The GM sets the difficulty for any action. They may set it based on their judgement and/or use a randomizer to vary things up. If you want to abrogate some responsibility you can use a couple of Fate dice or Fate cards to modify the difficulty.
To resolve a test, roll 2d20. Each task uses an Attribute and a Discipline (sometimes it will be clear what works, in others players may negotiate). Add Attribute and Discipline together; for each die which rolls that or below, you gain a success. If you roll a 1 you get two successes. If you’re doing something you have a Focus with, then you get two successes when you roll a 1-3.
Other characters may assist. They roll a single die and score successes according to their stats. Any successes gained add to the acting character’s. Players may also call on Advantages to reroll or add an extra die. Having access to equipment like ship’s systems adds an extra die.
If you roll a 20 on any test dice, a complication happens (aka a GM soft move). Multiple complications roll into one bigger problem.
Characters have Values. Once per mission you may use each once to get a reroll on a test after you roll.
When you score more successes on a test than you need, the excess successes become Momentum. You can spend Momentum immediately to enhance your effect or you can add it to the general pool. You can have momentum equal to the number of PCs+2.
What Can I Spend Momentum On?
- Add a die to your roll (up to twice).
- Add extra damage or reduce damage taken
- Keep from getting taken out (this costs two momentum)
- Add a minor benefit: do it quietly, learn something, do it quickly, impress someone, knockdown
- Add a major benefit (2 Momentum): disarm, evade all detection, create an advantage.
Base Star Trek Adventures has multiple modes of Social Conflict. We treat this instead as just another form of conflict. The choice of abilities used depends on the situation. Only use Extended Contests for rare, set-piece interactions (like a trial or diplomatic negotiations).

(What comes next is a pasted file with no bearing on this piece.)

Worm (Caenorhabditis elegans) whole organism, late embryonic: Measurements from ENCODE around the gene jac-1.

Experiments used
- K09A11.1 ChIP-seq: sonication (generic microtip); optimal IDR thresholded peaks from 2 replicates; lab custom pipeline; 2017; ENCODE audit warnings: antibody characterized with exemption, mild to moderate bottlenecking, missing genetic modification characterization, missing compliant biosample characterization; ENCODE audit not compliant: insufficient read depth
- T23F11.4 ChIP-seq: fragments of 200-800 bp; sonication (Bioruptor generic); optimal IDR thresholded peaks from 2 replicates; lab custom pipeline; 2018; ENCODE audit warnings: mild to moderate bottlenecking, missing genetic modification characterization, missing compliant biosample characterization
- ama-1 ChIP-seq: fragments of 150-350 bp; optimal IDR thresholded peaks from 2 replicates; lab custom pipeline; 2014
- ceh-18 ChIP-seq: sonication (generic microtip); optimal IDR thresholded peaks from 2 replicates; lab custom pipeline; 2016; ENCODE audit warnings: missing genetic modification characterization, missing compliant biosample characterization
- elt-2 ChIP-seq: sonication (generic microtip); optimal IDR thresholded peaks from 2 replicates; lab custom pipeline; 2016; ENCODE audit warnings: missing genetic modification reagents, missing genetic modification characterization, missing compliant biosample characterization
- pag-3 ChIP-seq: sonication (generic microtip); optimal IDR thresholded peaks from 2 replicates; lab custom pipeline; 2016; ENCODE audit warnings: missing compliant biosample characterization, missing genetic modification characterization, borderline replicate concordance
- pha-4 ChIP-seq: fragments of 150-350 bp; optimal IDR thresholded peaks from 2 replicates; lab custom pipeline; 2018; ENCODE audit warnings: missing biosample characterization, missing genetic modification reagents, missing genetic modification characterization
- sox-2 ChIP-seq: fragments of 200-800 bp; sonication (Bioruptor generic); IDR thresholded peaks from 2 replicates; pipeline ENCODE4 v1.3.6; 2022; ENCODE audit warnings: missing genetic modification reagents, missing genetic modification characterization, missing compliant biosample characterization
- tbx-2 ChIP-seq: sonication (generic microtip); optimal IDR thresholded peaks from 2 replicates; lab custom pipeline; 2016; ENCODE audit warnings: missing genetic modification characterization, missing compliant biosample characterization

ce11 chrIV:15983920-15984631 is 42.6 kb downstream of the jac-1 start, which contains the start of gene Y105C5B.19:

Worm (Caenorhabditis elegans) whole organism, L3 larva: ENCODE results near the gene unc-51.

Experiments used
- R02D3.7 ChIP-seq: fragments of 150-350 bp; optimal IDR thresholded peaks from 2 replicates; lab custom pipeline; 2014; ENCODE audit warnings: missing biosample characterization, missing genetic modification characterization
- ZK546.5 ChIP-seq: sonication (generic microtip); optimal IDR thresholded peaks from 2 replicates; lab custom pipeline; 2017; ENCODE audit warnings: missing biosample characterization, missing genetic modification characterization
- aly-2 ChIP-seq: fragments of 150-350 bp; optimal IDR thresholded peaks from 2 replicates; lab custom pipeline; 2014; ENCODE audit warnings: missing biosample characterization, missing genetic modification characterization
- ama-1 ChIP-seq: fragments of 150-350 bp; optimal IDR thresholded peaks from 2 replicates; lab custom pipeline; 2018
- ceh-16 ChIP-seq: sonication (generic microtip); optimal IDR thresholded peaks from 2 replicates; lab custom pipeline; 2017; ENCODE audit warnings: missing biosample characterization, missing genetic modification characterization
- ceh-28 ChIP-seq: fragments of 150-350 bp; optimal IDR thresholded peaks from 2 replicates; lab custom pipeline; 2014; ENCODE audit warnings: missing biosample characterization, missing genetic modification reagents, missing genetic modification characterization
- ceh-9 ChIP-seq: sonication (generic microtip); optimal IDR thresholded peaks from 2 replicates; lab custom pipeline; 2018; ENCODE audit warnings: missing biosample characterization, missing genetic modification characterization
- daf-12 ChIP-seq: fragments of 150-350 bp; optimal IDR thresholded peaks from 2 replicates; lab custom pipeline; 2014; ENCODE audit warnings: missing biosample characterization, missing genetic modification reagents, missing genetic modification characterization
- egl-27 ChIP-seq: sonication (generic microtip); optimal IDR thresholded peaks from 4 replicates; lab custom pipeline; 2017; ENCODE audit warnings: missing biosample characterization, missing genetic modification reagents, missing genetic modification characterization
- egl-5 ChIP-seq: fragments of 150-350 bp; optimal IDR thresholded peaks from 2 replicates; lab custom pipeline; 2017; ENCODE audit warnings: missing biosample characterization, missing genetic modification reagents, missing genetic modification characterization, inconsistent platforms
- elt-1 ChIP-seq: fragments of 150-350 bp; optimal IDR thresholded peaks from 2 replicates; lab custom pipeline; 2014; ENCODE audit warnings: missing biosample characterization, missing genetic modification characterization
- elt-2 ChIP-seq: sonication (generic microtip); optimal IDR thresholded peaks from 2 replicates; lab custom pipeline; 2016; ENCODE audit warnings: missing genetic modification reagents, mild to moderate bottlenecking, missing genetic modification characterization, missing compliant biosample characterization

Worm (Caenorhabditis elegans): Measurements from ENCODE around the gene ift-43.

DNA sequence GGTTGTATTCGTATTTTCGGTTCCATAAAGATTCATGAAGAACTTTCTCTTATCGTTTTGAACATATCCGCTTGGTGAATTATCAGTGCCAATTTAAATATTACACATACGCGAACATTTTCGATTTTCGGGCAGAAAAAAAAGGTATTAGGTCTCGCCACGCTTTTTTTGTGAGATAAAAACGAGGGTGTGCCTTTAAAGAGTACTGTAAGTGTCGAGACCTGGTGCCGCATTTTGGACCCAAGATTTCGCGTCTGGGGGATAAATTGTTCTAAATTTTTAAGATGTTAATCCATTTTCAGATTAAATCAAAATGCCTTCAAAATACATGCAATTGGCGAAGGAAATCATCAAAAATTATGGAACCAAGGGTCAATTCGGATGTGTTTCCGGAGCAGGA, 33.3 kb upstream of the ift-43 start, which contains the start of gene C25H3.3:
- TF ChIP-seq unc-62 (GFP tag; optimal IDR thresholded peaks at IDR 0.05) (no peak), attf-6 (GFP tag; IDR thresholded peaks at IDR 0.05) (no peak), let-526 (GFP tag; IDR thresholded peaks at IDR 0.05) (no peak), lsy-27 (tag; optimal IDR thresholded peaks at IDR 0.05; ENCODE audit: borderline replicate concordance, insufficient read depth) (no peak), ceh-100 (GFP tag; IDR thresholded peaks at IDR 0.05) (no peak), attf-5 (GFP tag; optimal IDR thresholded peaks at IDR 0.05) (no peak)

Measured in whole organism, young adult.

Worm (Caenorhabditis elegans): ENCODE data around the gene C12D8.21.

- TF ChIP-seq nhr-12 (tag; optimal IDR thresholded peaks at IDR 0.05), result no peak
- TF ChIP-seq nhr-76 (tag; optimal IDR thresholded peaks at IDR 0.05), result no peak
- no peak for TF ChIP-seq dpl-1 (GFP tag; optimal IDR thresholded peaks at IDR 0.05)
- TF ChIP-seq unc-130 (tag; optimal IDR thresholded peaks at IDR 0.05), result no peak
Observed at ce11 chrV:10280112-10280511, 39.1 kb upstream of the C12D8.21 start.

If you need to track initiative and actions on your turn: you can attempt a single Task, freely make a quick action (like drawing a weapon), and Move. While the original game has set ability combinations, in practice we tend to be looser. We consider those like Fate Approaches, figuring out the right combo based on the situation.
Common Combat Tasks are:
- Create Advantage (D2)
- Direct (commander only—give successes to others)
- Recover (D2 Fitness + Command to heal yourself= to successes)
- First Aid (D1 Daring + Med to heal another person= to successes)
Ranged attacks roll Control + Security
When you’re attacked, roll Daring + Security vs. attacker’s damage to reduce what you have to mark. If you spend your action Guarding, gain 1 automatic success towards your defense roll.
On a successful hit, you do your weapon’s damage. You can increase this with Momentum. Rarely someone will have have armor which subtracts from this. Attacks may be stunning or non-lethal, Complications can mess with this.
When you take damage, you mark it as Stress. You have 12 stress. Every third point of stress taken is a Dramatic Wound. These heal just like regular stress.
- DW1 = gain a momentum (once per scene)
- DW2 = increase difficulties by 1